They're frequently used by law enforcement agencies to sniff out explosives and drugs.
But this clever canine has learnt a brand new skill – using her incredible nose to sniff out USBs and hard drives.
"The dogs that we currently have out there predominantly search for USBs, microchips, any form of digital media that carries a memory," says the Australian Federal Police's Acting Inspector, Mark Holmes from Canine Operations.
The digital storage items can present new evidence in cases, and contain files that police use to identify criminals.
"These dogs target those items which might otherwise be missed in a search," says Holmes.
Only the top dogs are selected for this job.
"We require the top one per cent of dogs that we see through the programme to succeed in this discipline," says Holmes.
They're picked from as young as nine weeks old for a strenuous training program.
"It's every day from morning to afternoon and some night shifts there as well too. And it's been about a three-month process to just get these dogs out and working," says dog trainer Mark Rice.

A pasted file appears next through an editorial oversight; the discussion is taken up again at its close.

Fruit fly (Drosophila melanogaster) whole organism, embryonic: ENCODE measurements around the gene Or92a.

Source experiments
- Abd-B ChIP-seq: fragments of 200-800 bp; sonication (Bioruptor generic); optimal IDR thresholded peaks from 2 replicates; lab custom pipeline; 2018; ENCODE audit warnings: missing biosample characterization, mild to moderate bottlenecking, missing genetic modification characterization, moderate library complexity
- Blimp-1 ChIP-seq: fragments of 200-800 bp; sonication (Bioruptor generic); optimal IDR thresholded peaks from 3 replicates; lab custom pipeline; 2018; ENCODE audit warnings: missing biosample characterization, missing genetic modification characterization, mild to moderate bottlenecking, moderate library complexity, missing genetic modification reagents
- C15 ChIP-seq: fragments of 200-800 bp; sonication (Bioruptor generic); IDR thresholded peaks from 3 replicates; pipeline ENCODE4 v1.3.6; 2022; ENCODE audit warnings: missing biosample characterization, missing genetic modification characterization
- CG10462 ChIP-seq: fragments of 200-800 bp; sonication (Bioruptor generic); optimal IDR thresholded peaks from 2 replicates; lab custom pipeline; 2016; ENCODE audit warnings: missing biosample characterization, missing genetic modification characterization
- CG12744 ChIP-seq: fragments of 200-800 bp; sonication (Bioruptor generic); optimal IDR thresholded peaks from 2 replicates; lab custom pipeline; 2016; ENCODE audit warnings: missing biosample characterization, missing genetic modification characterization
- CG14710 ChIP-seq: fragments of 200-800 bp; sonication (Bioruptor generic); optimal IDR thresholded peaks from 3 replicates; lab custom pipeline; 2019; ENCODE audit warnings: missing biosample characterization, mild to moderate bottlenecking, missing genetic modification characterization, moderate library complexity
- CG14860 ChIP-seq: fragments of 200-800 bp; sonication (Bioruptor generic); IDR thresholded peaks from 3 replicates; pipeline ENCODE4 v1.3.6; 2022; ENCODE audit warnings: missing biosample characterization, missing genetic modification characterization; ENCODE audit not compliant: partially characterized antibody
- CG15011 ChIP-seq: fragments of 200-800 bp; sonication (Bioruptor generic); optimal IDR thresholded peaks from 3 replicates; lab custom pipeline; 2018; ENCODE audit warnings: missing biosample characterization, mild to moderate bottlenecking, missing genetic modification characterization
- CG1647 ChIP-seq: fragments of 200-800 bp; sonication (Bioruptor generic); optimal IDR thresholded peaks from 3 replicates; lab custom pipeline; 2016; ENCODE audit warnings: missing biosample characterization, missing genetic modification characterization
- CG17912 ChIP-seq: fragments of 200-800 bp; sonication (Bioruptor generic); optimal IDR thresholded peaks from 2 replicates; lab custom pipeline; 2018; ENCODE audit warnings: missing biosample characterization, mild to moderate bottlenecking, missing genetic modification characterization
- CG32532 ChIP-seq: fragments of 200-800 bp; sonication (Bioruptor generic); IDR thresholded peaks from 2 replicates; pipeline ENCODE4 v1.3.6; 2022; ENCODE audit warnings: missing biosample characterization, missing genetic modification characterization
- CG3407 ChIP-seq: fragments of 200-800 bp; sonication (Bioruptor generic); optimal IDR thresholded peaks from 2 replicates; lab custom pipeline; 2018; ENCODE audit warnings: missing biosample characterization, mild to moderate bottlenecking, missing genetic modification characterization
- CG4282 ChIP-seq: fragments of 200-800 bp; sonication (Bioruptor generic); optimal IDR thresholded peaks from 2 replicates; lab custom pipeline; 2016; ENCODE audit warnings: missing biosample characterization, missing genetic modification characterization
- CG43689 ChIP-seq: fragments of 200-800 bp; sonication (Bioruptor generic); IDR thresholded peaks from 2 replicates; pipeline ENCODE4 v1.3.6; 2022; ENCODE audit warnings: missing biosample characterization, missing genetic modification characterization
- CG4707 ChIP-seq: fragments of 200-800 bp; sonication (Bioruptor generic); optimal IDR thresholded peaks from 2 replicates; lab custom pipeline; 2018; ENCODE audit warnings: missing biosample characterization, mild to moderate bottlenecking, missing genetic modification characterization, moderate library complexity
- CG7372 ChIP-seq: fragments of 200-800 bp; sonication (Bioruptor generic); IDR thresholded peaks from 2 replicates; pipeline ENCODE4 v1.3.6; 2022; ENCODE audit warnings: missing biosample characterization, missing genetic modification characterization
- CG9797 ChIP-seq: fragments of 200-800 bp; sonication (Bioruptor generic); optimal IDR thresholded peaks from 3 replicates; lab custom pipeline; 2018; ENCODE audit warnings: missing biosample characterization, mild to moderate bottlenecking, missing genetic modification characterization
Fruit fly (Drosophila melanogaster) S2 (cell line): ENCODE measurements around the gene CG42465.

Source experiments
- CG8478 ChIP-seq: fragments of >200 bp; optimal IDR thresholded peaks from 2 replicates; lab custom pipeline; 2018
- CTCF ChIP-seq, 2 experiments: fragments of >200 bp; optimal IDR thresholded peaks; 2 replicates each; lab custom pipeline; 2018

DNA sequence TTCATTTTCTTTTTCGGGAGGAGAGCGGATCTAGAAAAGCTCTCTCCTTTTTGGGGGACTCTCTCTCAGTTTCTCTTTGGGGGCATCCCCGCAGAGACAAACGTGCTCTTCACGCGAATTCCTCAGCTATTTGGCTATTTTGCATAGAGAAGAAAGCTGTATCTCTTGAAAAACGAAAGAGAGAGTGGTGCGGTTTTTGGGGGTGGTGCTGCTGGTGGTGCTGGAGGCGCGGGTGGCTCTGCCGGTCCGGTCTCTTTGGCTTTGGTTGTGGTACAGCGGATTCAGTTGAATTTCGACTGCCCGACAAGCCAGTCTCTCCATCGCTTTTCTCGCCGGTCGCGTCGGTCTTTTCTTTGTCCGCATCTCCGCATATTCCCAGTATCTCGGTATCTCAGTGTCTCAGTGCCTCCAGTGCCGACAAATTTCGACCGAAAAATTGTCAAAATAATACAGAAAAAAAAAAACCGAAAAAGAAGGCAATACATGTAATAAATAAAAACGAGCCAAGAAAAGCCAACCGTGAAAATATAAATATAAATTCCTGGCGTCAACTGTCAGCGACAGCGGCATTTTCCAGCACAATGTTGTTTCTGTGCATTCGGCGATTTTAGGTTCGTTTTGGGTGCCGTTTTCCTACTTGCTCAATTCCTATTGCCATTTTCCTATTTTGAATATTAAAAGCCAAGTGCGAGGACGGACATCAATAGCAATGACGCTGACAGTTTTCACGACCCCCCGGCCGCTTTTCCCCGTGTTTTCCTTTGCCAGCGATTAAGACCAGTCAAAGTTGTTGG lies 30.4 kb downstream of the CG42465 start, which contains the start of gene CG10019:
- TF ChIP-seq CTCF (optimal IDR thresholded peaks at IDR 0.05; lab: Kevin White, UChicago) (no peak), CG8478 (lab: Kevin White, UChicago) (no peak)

And the reward for their hard work at the end of the day?
A simple game of tug-of-war.
"Their only pay cheque is to get a big play and a big game at the end of doing something right," says Rice.
So far, the dogs have helped solve crimes all over Australia. As of today, they've been deployed in 74 operations and have found 328 items.
Thanks to their success, the program has been expanded to Victoria, South Australia and Western Australia.
With nine dogs working and another two in training, this force is giving criminals paws for thought.